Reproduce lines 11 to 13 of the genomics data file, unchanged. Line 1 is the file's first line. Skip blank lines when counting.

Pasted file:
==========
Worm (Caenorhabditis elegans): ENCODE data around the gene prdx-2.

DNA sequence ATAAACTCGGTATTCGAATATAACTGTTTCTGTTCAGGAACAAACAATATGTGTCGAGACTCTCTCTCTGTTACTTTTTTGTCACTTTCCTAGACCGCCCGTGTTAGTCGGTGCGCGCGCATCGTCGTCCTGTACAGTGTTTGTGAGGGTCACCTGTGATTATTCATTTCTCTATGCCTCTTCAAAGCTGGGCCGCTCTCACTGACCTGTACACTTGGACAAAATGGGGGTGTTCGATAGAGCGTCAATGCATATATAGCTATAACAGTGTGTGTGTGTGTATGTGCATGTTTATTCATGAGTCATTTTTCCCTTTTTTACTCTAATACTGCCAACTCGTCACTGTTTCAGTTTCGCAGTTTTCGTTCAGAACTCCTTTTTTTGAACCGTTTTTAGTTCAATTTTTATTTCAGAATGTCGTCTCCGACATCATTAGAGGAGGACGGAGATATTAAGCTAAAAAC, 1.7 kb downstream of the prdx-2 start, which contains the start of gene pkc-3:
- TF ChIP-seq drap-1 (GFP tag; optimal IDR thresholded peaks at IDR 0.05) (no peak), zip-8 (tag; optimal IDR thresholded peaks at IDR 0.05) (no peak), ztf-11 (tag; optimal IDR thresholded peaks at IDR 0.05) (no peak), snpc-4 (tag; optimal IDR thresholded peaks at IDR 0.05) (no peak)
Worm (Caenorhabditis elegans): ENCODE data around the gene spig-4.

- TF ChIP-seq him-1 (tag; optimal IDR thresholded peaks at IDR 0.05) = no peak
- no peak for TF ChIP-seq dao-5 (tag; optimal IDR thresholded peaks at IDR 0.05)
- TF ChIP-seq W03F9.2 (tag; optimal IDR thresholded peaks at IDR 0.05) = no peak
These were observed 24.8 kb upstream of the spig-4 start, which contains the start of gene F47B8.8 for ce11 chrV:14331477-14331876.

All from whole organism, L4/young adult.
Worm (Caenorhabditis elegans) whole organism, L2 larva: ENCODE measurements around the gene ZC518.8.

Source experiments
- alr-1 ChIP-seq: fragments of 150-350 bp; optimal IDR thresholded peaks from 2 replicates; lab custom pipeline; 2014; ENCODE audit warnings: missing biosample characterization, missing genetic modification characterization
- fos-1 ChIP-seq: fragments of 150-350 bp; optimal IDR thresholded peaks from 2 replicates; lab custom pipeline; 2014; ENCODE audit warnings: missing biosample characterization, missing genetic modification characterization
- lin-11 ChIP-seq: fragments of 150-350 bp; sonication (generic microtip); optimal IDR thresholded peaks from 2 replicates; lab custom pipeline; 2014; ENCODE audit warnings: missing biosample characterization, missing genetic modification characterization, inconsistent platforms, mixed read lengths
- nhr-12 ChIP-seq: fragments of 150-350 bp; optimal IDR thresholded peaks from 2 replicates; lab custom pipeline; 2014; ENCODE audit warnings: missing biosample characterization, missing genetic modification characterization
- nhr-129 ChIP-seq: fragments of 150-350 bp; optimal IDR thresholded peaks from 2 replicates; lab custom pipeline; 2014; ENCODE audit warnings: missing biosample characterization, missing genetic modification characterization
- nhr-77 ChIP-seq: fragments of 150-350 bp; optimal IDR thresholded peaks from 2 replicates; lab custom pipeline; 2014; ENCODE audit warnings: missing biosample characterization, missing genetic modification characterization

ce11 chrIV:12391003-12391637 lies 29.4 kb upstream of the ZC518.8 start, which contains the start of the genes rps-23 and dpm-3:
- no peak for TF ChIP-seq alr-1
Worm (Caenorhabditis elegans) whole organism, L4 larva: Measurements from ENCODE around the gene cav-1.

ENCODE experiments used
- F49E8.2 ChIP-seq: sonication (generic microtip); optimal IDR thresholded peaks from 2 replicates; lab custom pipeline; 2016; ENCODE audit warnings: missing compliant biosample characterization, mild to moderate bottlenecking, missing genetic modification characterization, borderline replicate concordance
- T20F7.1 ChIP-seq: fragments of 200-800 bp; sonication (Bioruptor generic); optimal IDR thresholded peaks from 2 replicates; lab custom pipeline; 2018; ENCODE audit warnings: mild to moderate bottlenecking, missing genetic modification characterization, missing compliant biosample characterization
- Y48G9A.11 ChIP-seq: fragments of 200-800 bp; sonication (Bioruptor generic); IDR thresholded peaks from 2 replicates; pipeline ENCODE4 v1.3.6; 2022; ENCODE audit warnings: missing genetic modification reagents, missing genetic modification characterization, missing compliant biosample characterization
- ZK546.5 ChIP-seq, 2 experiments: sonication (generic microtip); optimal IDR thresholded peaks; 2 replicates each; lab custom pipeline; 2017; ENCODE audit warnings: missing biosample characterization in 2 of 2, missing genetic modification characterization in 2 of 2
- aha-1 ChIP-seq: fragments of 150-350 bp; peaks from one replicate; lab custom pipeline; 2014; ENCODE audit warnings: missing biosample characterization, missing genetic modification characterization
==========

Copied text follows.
Source experiments
- alr-1 ChIP-seq: fragments of 150-350 bp; optimal IDR thresholded peaks from 2 replicates; lab custom pipeline; 2014; ENCODE audit warnings: missing biosample characterization, missing genetic modification characterization
- fos-1 ChIP-seq: fragments of 150-350 bp; optimal IDR thresholded peaks from 2 replicates; lab custom pipeline; 2014; ENCODE audit warnings: missing biosample characterization, missing genetic modification characterization